Never before released outside of Somalia, this late 70s jam is a slow, haunting mashup of noir soul, Bollywood balladry, Ethiopiques and what sounds like J-pop – Somalian pentatonic scales come across as positively Asian in places here. From the compilation Sweet As Broken Dates: Lost Somali Tapes from the Horn of Africa

The Mehmet Polat TrioEverything Is in You
Joined by kora and ney flute, the brilliant Turkish oudist shifts between otherworldly Middle Eastern modes, Asia and Africa in this pensive epic. From the album Ask Your Heart

Black Lesbian FishermenRagged Ritual
This trippy, practically fifteen-minute drone-rock dirge has subtle Indian raga allusions, moody Middle Eastern ambience and a slow build to a darkly majestically macabre, resonant swirl of organ and guitar. From the album Ectopic Apiary.

Hearing ThingsStalefish
A mashup of growling go-go funk, horror surf, Middle Eastern music and the Doors, it’s a staple of Brooklyn’s funnest band’s live show.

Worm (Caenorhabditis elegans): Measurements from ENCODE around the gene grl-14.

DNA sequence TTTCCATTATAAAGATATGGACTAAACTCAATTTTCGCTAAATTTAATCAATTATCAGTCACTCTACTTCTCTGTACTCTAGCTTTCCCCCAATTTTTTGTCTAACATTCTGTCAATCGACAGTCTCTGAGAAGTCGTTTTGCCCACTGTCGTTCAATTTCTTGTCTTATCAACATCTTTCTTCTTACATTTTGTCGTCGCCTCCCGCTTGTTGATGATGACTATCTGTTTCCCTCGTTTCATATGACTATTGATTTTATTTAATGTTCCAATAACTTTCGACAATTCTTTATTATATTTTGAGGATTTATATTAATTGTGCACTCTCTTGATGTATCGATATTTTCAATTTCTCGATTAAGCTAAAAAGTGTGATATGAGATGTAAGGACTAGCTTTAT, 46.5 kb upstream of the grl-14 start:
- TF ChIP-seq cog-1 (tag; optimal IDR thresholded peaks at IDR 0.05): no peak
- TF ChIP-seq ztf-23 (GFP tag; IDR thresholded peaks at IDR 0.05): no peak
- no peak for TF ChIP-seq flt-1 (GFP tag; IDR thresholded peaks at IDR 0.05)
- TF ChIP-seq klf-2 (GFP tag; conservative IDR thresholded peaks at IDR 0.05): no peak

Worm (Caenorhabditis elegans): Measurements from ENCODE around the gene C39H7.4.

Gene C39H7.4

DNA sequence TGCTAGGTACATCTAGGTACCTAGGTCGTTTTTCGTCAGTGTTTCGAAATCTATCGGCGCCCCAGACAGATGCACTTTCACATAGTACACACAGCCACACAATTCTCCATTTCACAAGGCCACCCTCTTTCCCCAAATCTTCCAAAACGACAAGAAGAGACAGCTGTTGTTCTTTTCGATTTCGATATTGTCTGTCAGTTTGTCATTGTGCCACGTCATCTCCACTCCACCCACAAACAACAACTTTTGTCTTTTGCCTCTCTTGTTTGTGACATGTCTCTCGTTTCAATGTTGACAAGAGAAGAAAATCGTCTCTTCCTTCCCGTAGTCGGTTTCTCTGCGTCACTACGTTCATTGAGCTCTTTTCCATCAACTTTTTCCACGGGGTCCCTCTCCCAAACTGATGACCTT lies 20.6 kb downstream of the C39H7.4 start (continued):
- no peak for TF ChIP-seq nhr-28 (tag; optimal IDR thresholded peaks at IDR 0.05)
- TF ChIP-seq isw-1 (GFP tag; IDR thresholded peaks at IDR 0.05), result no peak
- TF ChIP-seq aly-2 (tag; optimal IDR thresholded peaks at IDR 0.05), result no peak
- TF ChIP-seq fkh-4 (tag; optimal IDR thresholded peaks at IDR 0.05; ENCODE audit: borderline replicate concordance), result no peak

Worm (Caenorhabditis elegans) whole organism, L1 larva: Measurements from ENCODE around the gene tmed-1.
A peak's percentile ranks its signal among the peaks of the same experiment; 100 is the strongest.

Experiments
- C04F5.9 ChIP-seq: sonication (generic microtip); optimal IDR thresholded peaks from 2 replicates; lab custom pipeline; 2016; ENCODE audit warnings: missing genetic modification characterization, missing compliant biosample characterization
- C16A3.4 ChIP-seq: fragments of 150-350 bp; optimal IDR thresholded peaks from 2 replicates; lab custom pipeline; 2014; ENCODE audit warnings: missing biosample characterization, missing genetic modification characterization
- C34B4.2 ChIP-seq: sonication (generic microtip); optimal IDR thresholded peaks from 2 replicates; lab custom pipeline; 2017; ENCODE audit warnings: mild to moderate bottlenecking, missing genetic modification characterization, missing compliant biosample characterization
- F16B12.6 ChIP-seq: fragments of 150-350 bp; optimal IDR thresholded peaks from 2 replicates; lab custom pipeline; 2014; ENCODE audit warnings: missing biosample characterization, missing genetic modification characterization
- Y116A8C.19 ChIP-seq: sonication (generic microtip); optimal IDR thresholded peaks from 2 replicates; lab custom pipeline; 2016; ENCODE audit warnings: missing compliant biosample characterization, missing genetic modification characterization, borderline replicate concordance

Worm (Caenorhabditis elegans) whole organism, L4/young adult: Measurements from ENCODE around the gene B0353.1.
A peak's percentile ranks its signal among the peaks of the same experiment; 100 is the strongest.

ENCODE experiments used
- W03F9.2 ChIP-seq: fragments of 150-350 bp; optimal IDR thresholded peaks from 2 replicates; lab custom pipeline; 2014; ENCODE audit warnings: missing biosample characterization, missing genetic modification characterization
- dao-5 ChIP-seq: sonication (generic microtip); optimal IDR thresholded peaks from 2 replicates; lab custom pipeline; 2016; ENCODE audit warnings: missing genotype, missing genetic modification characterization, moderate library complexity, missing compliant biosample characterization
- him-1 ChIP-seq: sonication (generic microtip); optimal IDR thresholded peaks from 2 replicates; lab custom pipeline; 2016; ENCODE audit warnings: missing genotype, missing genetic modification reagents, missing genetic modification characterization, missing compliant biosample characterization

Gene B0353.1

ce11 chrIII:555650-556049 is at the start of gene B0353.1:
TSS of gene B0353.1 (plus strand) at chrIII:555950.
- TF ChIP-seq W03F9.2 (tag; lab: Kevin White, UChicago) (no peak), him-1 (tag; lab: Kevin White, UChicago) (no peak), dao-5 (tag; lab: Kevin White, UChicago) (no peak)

NO ICELeave Her Alone
Musically, it’s a bitter, fiery soul-rock anthem. Lyrically, it’s one of the year’s classiest numbers: cool guys don’t harass women. From the Brooklyn band’s amazingly multistylistic, fun debut full-length album Come On Feel the NO ICE.

Orkesta MendozaContra La Marea
The  briskly strutting noir centerpiece of the slinky psychedelic mambo/cumbia band’s latest album ¡Vamos A Guarachar!, brooding baritone sax and clarinet alongside bandleader Sergio Mendoza’s reverberating guitar multitracks.

The Trio JoubranLaytaka
The gorgeously fluttering, understatedly elegaic intro to the oud-playing brothers’ album and DVD A’Lombre Des Mots (In the Shadow of Words), their tribute to their longtime collaborator, iconic Palestinian poet and activist Mahmoud Darwish. They mesmerized the crowd with this at their Lincoln Center show this past June.

Doug Wieselman’s Trio S  Dreambox